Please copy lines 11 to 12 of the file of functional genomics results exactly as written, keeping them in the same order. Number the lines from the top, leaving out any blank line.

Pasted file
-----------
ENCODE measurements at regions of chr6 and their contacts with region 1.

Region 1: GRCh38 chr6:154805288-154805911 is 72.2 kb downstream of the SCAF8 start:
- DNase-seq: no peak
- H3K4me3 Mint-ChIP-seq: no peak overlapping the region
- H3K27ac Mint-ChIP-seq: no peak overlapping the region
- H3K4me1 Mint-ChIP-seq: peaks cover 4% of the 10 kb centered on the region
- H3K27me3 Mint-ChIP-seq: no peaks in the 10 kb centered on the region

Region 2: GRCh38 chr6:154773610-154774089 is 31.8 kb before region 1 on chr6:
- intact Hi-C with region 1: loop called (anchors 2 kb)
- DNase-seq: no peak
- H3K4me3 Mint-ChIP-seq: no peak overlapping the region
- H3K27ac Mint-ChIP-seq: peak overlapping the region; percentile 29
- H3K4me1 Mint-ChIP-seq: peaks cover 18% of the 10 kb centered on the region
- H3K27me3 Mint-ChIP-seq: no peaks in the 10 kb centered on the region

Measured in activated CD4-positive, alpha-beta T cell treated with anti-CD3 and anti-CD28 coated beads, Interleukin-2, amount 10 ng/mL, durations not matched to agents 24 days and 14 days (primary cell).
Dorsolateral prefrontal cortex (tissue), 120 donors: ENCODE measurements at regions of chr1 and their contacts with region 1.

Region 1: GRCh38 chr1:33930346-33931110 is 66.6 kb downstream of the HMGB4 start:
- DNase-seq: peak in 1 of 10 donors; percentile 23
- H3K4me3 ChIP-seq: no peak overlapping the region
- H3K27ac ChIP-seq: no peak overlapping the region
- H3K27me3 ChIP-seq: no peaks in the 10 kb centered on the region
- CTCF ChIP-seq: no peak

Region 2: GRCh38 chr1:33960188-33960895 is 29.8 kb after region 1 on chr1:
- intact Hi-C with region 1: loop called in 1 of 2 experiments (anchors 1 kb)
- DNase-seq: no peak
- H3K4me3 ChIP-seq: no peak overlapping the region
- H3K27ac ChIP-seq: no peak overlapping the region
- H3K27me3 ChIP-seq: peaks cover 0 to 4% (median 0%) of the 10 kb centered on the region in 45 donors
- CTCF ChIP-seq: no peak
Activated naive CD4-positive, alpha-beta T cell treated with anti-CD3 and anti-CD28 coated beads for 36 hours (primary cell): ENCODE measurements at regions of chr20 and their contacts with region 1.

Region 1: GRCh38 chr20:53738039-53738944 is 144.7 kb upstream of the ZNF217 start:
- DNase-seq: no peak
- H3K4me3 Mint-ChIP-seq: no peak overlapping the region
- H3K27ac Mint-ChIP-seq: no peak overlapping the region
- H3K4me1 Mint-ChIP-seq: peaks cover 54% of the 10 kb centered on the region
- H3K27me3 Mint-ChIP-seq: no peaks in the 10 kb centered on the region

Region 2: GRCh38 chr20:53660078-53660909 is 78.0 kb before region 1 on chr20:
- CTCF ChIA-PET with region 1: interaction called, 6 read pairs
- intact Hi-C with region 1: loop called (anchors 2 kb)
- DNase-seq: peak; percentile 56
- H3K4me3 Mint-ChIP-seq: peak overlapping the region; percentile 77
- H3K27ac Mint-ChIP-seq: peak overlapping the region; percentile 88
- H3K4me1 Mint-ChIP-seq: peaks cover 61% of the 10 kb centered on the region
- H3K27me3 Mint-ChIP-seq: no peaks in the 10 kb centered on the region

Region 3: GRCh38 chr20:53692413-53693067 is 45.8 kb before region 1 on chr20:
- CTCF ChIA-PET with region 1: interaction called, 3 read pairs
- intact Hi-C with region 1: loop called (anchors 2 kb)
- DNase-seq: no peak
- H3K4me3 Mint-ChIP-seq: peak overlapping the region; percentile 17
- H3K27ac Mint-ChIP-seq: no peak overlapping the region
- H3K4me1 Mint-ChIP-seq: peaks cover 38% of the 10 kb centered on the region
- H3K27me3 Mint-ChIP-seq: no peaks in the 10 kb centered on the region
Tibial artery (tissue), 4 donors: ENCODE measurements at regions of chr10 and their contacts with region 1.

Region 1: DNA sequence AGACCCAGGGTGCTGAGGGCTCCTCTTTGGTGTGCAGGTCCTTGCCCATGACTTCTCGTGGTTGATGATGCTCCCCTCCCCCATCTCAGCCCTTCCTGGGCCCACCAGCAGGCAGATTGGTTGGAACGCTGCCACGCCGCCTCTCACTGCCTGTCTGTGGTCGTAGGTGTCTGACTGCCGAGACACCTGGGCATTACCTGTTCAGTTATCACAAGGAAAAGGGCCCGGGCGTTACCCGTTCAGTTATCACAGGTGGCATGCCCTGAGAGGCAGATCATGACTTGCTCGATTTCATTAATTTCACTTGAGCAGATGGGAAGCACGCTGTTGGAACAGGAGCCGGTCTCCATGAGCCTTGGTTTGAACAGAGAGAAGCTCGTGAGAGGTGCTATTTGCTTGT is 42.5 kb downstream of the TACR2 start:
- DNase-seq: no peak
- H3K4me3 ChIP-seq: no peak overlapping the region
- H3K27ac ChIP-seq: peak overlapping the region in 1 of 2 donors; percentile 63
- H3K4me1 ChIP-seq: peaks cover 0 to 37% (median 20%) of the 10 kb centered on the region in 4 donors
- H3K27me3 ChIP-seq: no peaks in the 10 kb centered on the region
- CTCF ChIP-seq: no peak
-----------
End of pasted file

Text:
- H3K4me3 Mint-ChIP-seq: no peak overlapping the region
- H3K27ac Mint-ChIP-seq: peak overlapping the region; percentile 29